Zambian woman’s mysterious death gets murkier, capsules with powder recovered from her body after post mortem

Two of the capsules containing some powder which the police among other things suspect to be some kind of drug had burst in her body.

Written by Navjeevan Gopal | Amritsar | Published: July 4, 2015 9:55:18 pm

The mysterious death of Zambian woman Twala Keltha who died after being sent back by Pakistan last week got murkier after her post mortem revealed that she had as many as 50 capsules in her abdomen, intestine and in the cavity area.

Two of the capsules containing some powder which the police among other things suspect to be some kind of drug had burst in her body. The doctor who conducted post mortem suspects that the content of capsules which was absorbed in the body of woman resulted in her death.

Sources told that each capsule had about 15 grams of powder and was attached with a tag to pull out from the cavity. Amritsar (Rural) Senior Superintendent of Police Jasdeep Singh said the powder would be sent for chemical examination at Forensic Science Laboratory at Chandigarh on Monday.

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Sources told that the jacket alone of each of the capsules was about five grams in weight, something which has baffled the medical experts and the investigating agencies.

“We have to see what could have been the shell life of the capsule jackets since its weight is unusual,” said SSP Jasdeep Singh.

He said only after the report it could be ascertained whether the woman consumed capsules on Indian side or consumed it in Pakistani side or were forced to consume the capsule in Pakistani side before she was sent back to Pakistan.

For record, about 40-year-old Keltha, who was on a business trip to India on the invitation of a Maharashtra based company, had reached Attari on June 25 and wanted to go to Pakistan.

As she did not have the visa, the Indian authorities spoke to their Pakistani counterparts who agreed to grant her visa on arrival. But, when she crossed over to Pakistnai side from Attari, Pakistani authorities told the Indian authorities that she was not being granted visa on arrival.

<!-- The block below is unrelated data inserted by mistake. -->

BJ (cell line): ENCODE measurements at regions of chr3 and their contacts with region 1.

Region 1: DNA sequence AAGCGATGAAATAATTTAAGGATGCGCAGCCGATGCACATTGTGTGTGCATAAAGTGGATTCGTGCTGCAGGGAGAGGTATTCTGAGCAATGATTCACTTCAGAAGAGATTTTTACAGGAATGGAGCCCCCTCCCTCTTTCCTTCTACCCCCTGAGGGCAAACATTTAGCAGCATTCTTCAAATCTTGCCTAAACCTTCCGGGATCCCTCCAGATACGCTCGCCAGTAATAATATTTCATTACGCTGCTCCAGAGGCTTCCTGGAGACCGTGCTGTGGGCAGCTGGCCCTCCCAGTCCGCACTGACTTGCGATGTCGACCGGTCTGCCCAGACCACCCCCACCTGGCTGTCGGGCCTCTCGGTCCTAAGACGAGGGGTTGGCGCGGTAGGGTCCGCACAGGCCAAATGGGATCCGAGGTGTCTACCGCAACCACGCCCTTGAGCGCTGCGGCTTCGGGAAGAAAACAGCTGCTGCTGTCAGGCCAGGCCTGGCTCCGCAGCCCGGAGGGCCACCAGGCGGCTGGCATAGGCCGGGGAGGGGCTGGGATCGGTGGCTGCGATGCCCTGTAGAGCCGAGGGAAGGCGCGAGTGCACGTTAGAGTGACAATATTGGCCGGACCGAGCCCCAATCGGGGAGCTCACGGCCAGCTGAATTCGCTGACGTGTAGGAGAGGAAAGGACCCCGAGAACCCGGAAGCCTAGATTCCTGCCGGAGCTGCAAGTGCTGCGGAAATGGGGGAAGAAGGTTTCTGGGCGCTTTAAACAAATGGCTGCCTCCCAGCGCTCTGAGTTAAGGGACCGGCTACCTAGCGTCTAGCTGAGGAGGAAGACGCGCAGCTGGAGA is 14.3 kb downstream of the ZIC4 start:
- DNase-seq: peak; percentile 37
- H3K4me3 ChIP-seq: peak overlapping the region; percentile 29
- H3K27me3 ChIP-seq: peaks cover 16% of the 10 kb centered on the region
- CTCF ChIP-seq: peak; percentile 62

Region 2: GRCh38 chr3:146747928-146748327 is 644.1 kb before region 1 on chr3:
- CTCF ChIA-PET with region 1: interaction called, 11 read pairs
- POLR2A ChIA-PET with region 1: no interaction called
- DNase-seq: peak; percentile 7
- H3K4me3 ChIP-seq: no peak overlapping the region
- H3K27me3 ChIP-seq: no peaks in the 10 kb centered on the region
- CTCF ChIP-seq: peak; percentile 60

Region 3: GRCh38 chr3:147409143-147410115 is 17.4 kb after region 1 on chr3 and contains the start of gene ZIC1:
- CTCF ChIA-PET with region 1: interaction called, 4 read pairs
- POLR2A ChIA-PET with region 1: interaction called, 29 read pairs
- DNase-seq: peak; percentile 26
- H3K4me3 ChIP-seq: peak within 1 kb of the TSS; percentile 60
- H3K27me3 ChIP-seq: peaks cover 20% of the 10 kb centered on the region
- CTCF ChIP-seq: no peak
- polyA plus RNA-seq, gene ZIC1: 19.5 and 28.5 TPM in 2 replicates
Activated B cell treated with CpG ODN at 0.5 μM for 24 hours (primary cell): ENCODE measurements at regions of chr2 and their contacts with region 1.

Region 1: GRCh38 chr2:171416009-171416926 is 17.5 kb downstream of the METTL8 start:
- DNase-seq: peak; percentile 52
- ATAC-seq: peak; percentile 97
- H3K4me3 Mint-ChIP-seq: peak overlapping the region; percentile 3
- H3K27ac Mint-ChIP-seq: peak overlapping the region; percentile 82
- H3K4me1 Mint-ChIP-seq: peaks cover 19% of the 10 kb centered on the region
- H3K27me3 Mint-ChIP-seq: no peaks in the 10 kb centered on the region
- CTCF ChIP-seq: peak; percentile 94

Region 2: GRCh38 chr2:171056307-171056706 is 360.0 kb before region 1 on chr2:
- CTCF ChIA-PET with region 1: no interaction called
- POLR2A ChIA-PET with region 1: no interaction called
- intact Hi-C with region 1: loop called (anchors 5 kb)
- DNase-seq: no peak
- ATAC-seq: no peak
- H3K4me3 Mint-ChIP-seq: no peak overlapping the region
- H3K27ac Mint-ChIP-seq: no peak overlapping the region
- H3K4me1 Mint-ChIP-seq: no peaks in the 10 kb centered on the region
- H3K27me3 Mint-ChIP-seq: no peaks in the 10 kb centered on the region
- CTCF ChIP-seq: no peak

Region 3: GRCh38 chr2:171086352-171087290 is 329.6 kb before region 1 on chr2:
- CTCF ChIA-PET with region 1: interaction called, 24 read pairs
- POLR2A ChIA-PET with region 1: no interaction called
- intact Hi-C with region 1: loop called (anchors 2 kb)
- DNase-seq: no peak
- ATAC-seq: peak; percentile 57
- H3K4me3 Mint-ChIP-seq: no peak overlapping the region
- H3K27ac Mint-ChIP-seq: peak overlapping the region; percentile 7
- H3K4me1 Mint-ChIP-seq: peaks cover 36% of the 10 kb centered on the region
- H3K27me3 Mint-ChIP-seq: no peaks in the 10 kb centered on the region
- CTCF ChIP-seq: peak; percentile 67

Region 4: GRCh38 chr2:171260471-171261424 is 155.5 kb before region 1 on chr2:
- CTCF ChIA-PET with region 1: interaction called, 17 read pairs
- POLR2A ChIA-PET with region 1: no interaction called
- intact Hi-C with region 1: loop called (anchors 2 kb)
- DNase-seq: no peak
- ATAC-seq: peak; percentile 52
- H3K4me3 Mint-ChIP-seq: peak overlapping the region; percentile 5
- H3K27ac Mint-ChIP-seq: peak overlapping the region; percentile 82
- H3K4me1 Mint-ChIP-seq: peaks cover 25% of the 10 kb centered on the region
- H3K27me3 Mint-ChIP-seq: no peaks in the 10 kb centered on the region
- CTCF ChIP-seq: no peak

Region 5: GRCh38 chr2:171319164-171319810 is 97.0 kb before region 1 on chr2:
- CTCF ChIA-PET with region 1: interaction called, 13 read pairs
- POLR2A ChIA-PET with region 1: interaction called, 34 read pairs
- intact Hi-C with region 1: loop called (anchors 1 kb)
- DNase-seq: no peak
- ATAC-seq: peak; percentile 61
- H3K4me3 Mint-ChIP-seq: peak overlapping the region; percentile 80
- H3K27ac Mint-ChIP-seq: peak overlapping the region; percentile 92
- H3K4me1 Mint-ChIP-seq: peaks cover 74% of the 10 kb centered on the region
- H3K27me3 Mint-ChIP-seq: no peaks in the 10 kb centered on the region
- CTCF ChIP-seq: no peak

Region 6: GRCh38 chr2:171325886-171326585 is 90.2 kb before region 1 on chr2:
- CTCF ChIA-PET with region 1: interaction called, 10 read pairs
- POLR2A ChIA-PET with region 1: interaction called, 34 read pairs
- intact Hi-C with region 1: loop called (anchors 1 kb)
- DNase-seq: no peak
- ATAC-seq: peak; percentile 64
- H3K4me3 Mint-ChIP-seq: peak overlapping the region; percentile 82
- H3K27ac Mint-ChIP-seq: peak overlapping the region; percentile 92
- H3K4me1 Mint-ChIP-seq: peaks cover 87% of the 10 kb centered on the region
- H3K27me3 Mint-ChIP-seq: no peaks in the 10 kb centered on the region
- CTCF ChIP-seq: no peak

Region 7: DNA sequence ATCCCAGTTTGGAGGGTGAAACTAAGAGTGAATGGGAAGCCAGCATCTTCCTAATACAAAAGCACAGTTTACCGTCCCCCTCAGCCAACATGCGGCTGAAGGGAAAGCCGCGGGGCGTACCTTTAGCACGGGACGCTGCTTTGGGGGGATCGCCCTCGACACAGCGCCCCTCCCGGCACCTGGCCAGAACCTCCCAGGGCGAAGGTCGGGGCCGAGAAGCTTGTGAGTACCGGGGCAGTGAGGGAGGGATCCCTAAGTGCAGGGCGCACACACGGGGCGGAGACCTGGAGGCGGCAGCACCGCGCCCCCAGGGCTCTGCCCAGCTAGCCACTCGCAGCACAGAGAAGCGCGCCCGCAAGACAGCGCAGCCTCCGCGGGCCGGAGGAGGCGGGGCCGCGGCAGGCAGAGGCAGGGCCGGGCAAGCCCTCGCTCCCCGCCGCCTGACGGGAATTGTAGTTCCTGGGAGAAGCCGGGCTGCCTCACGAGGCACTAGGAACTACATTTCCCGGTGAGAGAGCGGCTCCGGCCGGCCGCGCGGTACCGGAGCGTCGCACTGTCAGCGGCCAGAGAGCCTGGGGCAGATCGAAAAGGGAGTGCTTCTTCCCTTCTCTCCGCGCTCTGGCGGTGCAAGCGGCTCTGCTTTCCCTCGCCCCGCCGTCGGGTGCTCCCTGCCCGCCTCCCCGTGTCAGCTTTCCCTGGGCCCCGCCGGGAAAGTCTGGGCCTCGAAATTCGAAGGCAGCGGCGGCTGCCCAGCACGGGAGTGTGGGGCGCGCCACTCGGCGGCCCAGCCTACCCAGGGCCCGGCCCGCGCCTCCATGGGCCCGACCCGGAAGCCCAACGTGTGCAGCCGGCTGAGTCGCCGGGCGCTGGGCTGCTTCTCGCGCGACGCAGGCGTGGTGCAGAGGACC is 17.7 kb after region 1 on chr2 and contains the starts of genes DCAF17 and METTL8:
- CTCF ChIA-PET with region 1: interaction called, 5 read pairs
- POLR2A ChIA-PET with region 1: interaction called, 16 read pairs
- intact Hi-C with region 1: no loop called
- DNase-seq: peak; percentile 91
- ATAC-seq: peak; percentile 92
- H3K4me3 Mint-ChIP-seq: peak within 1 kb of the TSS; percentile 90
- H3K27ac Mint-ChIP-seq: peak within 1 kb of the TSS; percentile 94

By that time, the office of Indian authorities at Attari had closed down. Keltha reportedly spent night somewhere in Pakistani side and was handed over to authorities in India in a semi-conscious state on June 26. She was later rushed to hospital in Amritsar where she died.

An official privy to the investigations said that the post mortem report findings raises eyebrows why she was reluctant to undergo CT scan and X-Ray.

The incident has also laid threadbare the infrastructure at Attari ICP to check smuggling, if it was a case of “body carrier”, said an official.

A customs official, pleading not to be named, told that “only body scanners could have detected the capsules”. The official said Customs could think of recommending installation of body scanners at Attari.

“Such a mechanism of smuggling is very old method of smuggling. Since it was not metal, it was not detected at the metal detector at the facility. We will be investigating what exactly was there in the capsules. We are not sure as of know whether the woman had capsules in Indian territory or Pakistani territory,” said SSP Jasdeep Singh.

He told that the family of Keltha had been located but they decided against visiting India to take her body home.

“She was buried today after an official of Embassy of Zambia visited Amritsar on Friday and gave his go ahead to conduct post mortem and bury her. We will be questioning the officials of Maharashtra based company as well who had invited her to India on a business trip,” said SSP.

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